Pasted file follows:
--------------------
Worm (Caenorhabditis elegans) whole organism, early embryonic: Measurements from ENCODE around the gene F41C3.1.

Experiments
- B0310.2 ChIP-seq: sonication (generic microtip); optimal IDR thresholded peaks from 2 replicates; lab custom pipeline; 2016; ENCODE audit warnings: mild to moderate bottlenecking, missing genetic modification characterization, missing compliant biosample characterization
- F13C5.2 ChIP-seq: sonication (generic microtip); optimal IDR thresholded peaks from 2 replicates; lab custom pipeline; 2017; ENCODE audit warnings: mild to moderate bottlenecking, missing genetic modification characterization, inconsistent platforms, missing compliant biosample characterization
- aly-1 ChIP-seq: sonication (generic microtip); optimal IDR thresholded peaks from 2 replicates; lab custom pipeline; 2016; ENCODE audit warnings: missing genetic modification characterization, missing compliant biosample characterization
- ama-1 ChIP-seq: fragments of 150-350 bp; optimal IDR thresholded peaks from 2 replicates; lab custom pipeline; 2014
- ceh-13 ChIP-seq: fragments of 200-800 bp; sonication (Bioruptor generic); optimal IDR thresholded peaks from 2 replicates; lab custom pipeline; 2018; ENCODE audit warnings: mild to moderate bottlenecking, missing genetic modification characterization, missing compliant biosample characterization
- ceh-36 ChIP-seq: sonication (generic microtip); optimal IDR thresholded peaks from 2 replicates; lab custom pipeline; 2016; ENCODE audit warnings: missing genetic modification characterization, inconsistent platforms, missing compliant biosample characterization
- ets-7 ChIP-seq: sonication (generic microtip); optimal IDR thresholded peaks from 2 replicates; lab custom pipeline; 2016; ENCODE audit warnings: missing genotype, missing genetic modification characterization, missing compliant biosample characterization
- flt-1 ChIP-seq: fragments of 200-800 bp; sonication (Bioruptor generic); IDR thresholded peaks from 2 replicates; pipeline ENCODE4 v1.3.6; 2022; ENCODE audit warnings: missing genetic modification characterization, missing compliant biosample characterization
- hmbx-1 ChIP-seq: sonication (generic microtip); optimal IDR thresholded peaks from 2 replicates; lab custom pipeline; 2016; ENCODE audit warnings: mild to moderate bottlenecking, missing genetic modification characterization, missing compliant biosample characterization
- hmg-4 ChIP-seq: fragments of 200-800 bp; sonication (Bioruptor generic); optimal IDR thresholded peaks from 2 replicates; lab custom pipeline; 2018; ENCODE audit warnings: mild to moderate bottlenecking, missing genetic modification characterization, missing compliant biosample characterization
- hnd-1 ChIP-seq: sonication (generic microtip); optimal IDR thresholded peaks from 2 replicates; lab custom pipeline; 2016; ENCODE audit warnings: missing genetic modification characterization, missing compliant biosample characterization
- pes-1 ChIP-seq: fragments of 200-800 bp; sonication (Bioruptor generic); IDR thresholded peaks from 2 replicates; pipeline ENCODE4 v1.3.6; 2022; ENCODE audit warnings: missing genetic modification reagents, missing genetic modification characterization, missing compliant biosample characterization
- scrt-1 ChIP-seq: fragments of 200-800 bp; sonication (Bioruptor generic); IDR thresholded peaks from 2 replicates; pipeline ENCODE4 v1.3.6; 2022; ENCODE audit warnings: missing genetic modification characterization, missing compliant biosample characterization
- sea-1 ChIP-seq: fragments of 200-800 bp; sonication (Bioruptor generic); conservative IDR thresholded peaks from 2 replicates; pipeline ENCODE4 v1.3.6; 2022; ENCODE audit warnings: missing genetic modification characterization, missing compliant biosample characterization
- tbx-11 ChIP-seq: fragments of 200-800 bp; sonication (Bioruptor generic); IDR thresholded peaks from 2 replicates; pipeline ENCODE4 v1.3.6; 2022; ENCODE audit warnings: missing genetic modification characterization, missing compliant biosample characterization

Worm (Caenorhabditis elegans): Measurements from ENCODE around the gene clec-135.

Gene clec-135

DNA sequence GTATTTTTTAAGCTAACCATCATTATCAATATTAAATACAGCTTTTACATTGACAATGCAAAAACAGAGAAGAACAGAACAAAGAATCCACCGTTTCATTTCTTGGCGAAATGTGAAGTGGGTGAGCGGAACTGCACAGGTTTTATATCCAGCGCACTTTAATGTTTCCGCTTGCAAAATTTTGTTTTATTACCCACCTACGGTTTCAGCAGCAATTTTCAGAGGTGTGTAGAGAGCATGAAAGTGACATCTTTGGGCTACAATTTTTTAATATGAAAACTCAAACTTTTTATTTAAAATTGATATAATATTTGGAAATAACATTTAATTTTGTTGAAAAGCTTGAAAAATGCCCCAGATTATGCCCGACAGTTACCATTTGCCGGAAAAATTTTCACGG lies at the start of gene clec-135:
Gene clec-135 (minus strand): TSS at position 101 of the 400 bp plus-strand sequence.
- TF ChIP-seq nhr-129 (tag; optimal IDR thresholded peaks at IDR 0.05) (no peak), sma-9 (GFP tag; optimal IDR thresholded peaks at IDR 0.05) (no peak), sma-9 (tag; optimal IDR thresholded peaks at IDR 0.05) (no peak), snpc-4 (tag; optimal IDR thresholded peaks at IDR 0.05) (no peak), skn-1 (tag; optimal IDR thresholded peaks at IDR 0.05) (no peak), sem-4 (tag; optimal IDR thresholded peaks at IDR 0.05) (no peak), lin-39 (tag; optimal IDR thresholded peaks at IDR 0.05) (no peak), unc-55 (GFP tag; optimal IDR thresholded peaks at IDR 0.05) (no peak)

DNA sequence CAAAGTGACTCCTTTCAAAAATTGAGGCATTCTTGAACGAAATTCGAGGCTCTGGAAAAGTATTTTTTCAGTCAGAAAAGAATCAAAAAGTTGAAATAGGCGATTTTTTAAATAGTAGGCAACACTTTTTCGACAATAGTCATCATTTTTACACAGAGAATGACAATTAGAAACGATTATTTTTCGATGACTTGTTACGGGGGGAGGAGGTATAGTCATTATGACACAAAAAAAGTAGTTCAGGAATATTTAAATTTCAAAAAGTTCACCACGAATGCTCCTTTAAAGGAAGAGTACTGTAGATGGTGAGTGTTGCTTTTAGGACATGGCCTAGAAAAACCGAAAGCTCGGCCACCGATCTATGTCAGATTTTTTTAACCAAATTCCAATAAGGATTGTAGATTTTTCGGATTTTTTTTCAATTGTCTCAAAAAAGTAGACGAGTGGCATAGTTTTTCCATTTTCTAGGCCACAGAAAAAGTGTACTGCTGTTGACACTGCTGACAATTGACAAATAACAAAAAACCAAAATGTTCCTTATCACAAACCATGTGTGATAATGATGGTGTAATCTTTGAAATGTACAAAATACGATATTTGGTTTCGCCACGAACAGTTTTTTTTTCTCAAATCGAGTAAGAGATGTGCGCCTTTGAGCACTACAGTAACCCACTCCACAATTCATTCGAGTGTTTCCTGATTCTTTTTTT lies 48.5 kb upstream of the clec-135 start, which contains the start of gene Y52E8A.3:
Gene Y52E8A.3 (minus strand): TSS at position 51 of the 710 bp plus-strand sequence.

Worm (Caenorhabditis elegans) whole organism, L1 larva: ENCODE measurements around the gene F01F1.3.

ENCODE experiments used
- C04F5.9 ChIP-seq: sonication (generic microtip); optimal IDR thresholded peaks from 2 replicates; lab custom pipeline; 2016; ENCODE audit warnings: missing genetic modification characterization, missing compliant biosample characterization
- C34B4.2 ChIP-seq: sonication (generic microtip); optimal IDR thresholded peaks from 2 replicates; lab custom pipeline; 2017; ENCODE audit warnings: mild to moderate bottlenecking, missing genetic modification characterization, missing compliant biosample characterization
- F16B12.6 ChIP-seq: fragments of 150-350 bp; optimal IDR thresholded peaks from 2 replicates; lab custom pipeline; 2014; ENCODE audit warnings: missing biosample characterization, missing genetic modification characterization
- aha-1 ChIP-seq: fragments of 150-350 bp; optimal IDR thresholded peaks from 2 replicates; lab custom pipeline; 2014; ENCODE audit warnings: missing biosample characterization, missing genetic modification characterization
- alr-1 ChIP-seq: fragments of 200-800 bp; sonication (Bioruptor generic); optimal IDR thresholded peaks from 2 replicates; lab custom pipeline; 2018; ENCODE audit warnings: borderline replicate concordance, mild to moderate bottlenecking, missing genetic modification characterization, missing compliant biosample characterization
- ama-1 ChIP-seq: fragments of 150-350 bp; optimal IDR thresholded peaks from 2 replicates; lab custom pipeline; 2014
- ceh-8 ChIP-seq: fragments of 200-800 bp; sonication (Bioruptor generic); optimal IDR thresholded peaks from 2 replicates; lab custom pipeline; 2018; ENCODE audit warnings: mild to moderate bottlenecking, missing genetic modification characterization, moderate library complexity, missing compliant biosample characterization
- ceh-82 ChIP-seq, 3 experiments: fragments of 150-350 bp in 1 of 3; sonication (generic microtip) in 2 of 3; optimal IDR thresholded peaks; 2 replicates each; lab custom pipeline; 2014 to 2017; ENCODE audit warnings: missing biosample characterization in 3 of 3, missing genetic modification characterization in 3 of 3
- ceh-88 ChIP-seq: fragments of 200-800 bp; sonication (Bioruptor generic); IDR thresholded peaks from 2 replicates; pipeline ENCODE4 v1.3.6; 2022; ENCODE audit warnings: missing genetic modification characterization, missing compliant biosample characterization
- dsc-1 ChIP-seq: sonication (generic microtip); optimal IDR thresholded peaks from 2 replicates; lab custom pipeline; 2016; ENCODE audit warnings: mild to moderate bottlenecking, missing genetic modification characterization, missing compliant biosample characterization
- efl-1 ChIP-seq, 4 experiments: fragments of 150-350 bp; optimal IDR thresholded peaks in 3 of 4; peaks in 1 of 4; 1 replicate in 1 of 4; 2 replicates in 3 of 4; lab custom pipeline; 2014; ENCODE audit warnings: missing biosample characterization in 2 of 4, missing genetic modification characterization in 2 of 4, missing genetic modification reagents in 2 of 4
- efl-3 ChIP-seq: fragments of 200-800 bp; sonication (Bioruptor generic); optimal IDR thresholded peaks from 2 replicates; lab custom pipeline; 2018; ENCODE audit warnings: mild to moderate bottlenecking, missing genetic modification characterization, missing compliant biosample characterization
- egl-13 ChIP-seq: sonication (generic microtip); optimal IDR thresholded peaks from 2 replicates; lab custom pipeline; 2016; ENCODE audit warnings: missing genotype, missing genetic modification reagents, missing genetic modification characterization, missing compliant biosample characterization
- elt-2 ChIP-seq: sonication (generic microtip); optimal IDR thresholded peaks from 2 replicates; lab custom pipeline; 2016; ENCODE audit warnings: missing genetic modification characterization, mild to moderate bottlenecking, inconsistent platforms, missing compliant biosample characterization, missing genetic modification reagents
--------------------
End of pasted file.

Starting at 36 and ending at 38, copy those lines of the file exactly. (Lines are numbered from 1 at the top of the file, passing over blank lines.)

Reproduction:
- dsc-1 ChIP-seq: sonication (generic microtip); optimal IDR thresholded peaks from 2 replicates; lab custom pipeline; 2016; ENCODE audit warnings: mild to moderate bottlenecking, missing genetic modification characterization, missing compliant biosample characterization
- efl-1 ChIP-seq, 4 experiments: fragments of 150-350 bp; optimal IDR thresholded peaks in 3 of 4; peaks in 1 of 4; 1 replicate in 1 of 4; 2 replicates in 3 of 4; lab custom pipeline; 2014; ENCODE audit warnings: missing biosample characterization in 2 of 4, missing genetic modification characterization in 2 of 4, missing genetic modification reagents in 2 of 4
- efl-3 ChIP-seq: fragments of 200-800 bp; sonication (Bioruptor generic); optimal IDR thresholded peaks from 2 replicates; lab custom pipeline; 2018; ENCODE audit warnings: mild to moderate bottlenecking, missing genetic modification characterization, missing compliant biosample characterization